Margaret Murray was a renowned scholar from Britain who specialized in various fields such as Egyptology, archaeology, anthropology, history, and folklore studies. She was born in India. Notably, she made history as the first woman to hold a position as an archaeology lecturer in the United Kingdom, where she worked at University College London (UCL) for a considerable period, from 1898 to 1935.
Apart from her academic achievements, she also served as the president of the Folklore Society from 1953 to 1955. Throughout her career, Murray published numerous works, showcasing her expertise and contributing to her respective fields. In this article, we will delve into her biography, delve into her notable witch-cult hypothesis, discuss her lasting legacy, examine her passing, and explore other aspects of her life.
Margaret Murray was born on July 13, 1863, in Calcutta, India. Her family resided in the European part of the city, but she had exposure to Indian society through interactions with their Indian servants and holidays in Mussoorie. Growing up, Murray did not receive a formal education, which she later took pride in, never having to sit for exams before entering university. Also Read - Hymie Weiss' Biography.
In 1870, she and her sister Mary moved to Britain to live with their uncle and aunt in Lambourn, Berkshire. Her uncle, a vicar, introduced her to archaeology by showing her local monuments, although he also instilled in her strong Christian beliefs and the notion of women's inferiority, both of which she eventually rejected. In 1873, their mother joined them in Europe, and they stayed in Germany for a while, becoming fluent in German. They returned to Calcutta in 1875 but moved back to England in 1877, settling in South London.
Margaret worked as a nurse at the Calcutta General Hospital during her time in India, assisting in dealing with a cholera outbreak. In 1887, she moved to Rugby, Warwickshire, and engaged in social work for the underprivileged. After her father's retirement, she lived with him in Bushey Heath, Hertfordshire, until his death in 1891. In 1893, she traveled to Madras, Tamil Nadu, where her sister had moved with her husband.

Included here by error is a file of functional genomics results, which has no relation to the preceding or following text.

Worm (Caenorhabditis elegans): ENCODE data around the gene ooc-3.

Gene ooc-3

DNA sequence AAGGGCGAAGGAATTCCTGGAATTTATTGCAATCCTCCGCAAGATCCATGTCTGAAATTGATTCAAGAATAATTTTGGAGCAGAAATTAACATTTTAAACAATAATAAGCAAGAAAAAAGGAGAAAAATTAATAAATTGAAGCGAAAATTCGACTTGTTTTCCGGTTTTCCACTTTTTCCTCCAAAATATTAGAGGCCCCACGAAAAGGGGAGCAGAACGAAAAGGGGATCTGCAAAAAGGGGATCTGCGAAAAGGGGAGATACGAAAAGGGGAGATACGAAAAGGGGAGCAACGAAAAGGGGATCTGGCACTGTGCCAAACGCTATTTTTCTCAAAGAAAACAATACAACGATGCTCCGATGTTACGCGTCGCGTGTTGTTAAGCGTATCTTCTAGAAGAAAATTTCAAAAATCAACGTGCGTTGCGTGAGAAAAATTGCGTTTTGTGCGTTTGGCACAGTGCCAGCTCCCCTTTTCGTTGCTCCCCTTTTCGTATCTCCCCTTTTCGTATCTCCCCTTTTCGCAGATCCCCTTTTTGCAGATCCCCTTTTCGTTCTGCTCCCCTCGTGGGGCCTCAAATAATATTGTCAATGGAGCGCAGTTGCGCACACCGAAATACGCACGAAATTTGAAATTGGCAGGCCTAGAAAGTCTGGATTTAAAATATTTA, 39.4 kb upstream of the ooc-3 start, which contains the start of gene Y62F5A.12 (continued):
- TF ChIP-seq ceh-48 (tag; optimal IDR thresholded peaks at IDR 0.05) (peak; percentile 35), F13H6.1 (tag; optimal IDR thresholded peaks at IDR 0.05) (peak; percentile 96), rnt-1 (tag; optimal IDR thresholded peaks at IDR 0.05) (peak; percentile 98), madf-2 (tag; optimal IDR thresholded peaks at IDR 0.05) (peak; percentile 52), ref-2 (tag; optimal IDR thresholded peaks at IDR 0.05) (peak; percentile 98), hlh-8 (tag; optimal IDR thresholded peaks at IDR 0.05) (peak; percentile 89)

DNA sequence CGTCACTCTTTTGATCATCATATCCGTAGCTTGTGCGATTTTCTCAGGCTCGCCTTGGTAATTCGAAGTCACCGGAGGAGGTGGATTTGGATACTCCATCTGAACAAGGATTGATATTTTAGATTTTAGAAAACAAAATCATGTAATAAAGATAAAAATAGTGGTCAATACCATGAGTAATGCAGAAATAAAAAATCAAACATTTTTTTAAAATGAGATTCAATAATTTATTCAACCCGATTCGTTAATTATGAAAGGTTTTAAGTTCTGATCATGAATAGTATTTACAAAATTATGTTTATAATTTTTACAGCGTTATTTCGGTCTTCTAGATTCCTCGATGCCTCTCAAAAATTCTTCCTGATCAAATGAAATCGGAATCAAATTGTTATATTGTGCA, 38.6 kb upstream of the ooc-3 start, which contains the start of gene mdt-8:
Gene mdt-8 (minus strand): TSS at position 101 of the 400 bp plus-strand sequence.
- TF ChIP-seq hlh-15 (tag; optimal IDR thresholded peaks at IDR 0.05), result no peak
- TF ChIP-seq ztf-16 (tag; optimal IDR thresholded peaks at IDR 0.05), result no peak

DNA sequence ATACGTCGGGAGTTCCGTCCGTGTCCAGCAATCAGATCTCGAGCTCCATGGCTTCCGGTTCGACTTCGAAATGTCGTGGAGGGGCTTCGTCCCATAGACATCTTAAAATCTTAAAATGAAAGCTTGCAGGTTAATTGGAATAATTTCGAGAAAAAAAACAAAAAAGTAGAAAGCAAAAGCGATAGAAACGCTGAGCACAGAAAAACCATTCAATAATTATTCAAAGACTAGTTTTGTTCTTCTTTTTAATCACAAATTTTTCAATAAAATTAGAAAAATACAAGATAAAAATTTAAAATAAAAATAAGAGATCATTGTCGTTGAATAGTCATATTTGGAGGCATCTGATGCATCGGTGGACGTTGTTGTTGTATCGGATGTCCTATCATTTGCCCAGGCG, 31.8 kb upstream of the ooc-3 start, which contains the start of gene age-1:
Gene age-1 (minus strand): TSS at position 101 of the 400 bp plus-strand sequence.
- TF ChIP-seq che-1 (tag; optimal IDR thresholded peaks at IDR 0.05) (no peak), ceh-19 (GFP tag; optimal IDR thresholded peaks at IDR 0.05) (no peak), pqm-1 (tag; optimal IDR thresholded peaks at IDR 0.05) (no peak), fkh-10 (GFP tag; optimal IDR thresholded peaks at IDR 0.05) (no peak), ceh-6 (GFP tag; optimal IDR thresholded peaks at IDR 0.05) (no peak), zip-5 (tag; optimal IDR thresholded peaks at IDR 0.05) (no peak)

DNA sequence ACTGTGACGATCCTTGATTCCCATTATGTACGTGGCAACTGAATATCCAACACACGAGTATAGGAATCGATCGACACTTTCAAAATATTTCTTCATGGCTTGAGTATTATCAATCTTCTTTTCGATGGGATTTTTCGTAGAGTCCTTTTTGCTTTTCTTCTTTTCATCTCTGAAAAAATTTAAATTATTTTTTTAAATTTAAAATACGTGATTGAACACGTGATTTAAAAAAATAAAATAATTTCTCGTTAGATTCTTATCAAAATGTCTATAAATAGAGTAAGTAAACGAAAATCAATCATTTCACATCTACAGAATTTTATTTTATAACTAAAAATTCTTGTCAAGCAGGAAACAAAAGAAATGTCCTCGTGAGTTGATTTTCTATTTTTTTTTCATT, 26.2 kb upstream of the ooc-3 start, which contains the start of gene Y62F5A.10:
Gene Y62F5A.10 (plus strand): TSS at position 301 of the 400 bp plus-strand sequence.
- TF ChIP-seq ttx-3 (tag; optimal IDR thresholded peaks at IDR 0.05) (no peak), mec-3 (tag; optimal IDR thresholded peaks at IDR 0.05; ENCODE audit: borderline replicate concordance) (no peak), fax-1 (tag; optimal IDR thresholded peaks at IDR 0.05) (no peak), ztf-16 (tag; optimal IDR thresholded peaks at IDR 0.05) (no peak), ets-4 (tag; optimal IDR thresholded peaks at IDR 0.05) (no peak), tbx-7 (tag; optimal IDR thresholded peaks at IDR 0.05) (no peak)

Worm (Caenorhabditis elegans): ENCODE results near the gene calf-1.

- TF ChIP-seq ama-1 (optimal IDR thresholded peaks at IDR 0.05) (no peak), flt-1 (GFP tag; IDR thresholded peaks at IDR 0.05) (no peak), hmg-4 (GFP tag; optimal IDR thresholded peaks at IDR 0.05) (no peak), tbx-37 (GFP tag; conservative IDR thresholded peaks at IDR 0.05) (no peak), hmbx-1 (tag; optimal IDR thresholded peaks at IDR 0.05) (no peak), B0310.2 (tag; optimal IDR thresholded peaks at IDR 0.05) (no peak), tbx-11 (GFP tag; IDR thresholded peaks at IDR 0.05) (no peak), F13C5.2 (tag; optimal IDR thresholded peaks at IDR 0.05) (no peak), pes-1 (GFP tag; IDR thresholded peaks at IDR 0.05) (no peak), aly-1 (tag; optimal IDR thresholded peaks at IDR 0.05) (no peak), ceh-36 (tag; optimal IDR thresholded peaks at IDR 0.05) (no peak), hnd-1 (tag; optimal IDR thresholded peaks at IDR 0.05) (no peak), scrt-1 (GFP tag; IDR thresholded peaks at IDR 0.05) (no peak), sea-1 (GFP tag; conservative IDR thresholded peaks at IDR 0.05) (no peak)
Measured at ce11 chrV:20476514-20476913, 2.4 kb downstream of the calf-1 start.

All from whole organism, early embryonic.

Early Life & College
Margaret Murray enrolled in the newly opened Egyptology department at University College London (UCL) with the encouragement of her mother and sister. The department, funded by Amelia Edwards, was led by renowned archaeologist Sir William Flinders Petrie. Murray began her studies at age 30 in 1894, joining a class mostly composed of women and older men. She learned Ancient Egyptian and Coptic languages from Francis Llewellyn Griffith and Walter Ewing Crum.
Murray became involved with Petrie's work, serving as his copyist and illustrator for the published report on his excavations at Qift, Koptos. He mentored her and encouraged her to write her first research paper, which was published in 1895. Murray became Petrie's unofficial assistant, teaching linguistic lessons in his absence. In 1898, she became the first female lecturer in archaeology in the UK, teaching at UCL while also caring for her sick mother.
Murray's teaching expanded to cover Ancient Egyptian history, religion, and language. She had a significant impact on her students, some of whom went on to make notable contributions to Egyptology. She also taught evening classes at the British Museum to supplement her income.
In 1902, Murray joined Petrie's excavations in Egypt at Abydos, where she learned excavation techniques and uncovered the Osireion temple. She published her findings in 1904. In the following years, Murray continued her research and excavation work, including at the Saqqara cemetery. Her publications on these subjects became influential in the field.